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Last Updated: Tuesday, 3 June, 2003, 11:04 GMT 12:04 UK
Europe goes to Mars
Europe's first mission to another planet is on its way.

Launch, AP
A perfect launch from Soyuz
A signal sent by the space craft to ground control confirmed what scientists had hoped - the launch had been successful and the probe was on the correct path for Mars.

The Mars Express orbiter, carrying the British-built lander, Beagle 2, left Earth on a Russian Soyuz-Fregat launcher.

The rocket blasted off from Baikonur in Kazakhstan at 1845 BST (1745 GMT) on Monday.

It will take six months for the orbiter and its lander passenger to reach the Red Planet.

Beagle is expected to be on the Martian surface at 0254 GMT on 25 December. Mars Express will go into a highly elliptical polar orbit of the planet on the same day.

"It's done; it's been a brilliant job," said Professor David Southwood, the director of science at the European Space Agency (Esa). "I'd like to thank everyone involved for a very successful start to the mission."

First reports

The scientists and engineers who had travelled to Baikonur to watch the blast-off jumped up and down with delight and hugged each other as the Soyuz rocket headed into space.

Each successful stage separation was cheered. By 2015 BST (1915 GMT), it was confirmed Mars Express had successfully detached from the Fregat booster following a one-lap trip around the Earth.

The Mars Express space craft in Baikonur (European Space Agency)
So-called because of speed and low cost of development
Will map Martian surface and analyse atmosphere
Radar instrument can detect water several km below surface
Shortly after, mission managers at the European Space Operations Centre at Darmstadt, Germany, reported that the first telemetry from Mars Express had been received.

Data told the flight controllers that the probe's solar arrays had opened, its batteries were working and its thermal systems were functioning properly.

John Reddy, one of the principal engineers on the mission, said: "The news seems to be very good. When the signal acquisition came through, we were able to evaluate the performance of Mars Express very quickly.

"We have a spacecraft in excellent condition and we're on our way to Mars."

Big questions

In London, scientists and engineers working on the British-built Beagle lander and Mars Express gathered for a launch party.

UK science minister Lord Sainsbury told them: "It's a great evening for British science and British engineering. It's a fantastic project which will capture people's imagination."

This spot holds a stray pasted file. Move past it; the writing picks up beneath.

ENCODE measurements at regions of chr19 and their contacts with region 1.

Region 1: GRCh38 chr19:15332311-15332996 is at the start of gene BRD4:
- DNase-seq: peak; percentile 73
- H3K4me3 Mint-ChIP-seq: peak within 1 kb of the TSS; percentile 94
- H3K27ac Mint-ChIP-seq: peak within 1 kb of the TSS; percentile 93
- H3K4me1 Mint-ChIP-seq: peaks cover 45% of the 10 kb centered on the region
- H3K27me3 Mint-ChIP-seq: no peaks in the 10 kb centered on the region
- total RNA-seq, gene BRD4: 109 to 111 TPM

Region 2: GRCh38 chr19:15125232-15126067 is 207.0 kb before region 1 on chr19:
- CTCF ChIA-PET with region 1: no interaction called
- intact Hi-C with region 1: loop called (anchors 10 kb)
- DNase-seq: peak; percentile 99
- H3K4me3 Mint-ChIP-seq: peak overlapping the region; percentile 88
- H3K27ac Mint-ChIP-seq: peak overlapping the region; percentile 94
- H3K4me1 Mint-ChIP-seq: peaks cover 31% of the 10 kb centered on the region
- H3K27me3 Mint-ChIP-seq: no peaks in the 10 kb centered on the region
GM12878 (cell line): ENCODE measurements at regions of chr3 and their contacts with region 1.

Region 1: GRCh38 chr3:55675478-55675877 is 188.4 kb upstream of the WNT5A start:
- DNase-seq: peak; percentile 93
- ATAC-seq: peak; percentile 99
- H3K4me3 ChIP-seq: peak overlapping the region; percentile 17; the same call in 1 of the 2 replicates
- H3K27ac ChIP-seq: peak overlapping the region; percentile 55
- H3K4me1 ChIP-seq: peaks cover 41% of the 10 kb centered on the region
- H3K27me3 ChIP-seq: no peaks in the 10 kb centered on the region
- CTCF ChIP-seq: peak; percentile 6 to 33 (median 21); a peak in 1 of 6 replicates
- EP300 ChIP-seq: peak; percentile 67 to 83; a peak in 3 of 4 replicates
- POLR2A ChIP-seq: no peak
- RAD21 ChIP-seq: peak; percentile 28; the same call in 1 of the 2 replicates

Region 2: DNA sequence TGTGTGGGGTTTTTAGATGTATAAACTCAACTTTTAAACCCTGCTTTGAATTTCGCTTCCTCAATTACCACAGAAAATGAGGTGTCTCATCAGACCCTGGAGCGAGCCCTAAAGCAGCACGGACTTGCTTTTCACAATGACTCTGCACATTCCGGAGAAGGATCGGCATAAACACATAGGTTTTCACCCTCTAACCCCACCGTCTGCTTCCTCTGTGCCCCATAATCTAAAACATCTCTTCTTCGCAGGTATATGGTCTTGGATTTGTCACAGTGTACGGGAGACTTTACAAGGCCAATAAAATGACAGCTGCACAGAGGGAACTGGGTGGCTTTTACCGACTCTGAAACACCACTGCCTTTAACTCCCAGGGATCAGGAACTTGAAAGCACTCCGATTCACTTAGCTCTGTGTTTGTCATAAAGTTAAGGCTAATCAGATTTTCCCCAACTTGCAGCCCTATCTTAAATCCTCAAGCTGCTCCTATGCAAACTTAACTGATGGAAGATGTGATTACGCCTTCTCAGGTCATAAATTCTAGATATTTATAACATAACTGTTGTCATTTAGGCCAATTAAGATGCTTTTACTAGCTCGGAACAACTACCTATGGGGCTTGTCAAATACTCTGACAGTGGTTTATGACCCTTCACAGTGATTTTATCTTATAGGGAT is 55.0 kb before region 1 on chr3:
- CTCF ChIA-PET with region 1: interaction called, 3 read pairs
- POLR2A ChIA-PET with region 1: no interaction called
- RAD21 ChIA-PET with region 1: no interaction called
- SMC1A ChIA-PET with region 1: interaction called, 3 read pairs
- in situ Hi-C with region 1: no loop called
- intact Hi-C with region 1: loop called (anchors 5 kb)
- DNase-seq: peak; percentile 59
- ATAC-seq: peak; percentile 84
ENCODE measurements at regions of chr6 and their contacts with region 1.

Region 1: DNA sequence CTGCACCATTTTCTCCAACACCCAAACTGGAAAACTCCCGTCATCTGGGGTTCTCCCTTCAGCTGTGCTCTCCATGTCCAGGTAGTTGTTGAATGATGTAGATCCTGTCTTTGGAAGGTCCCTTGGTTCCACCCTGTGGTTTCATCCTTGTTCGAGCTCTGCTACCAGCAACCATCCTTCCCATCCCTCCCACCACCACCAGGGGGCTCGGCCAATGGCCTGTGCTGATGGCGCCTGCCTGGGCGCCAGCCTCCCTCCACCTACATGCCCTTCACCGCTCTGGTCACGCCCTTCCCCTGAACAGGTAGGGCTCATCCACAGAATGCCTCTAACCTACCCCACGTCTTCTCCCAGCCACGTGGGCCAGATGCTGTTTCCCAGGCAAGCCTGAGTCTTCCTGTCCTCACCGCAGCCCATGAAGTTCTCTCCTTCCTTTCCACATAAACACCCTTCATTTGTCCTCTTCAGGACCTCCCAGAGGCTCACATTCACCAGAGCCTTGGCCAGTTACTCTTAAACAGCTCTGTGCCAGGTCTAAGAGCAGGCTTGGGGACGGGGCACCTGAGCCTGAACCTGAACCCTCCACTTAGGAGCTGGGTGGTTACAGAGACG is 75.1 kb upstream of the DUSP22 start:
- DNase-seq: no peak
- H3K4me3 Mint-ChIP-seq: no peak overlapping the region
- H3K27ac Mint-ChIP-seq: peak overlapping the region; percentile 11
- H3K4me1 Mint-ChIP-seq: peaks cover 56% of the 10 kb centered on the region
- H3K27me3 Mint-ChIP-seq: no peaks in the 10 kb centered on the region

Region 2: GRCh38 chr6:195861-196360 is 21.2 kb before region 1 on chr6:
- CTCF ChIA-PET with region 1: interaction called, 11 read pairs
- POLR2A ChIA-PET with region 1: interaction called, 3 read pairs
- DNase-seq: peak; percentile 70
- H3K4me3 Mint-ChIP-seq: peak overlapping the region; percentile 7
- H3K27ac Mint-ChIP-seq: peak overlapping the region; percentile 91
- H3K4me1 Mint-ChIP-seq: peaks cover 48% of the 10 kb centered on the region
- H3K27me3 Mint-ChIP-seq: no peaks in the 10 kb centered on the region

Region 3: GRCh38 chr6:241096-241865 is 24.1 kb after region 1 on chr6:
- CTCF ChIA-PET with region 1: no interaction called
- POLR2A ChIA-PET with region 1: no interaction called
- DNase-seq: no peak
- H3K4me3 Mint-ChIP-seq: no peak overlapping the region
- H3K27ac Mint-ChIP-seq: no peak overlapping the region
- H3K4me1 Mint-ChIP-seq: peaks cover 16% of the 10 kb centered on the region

Esoc, Esa
European flight controllers track every moment of the launch procedure
British Prime Minister Tony Blair sent a message to the party. He said Beagle 2 was an exciting project which offered fascinating potential to learn more about the fundamental origins of life.

"I wish it good luck in a difficult and challenging mission," he said.

The whole project has cost around 30m, most of it raised through private sponsorship.

European scientists and engineers know they still have testing times ahead.

Three days after lift-off, Beagle 2 has to blow the bolts that kept it securely attached to the orbiter during blast-off.

Its extra clamps must be removed remotely so that the lander can be ejected when Mars Express finally arrives at the Red Planet.

Trio of launches

The main scientific goal of Mars Express is to detect vast reservoirs of water thought to be trapped under the Martian surface using a ground-penetrating radar.

The probe will also take images of Mars and conduct a geological survey of the planet.

Pillinger, PA
A delighted Colin Pillinger at the London launch party
As Mars Express nears its destination, it will drop Beagle 2 into a basin that could once have contained water and life.

The small robotic lander is about the size of a bicycle wheel. It will dig into Martian rocks and soil to search for the chemical signatures of life.

Between them, Mars Express and Beagle 2 could answer one of the biggest questions in science.

"It's designed to answer the age-old question - is there or has there ever been life on Mars?" Professor Colin Pillinger, lead scientist on Beagle, said.

"It's a small laboratory which will do it in situ and send the information back to us."

Monday's launch marks something a race to find life on another planet.

The US space agency (Nasa) is sending two robotic probes to Mars this June. And Japan's Nozomi craft should reach Mars early in 2004.

The BBC's David Shukman reports from Baikonur
"So far, so good"


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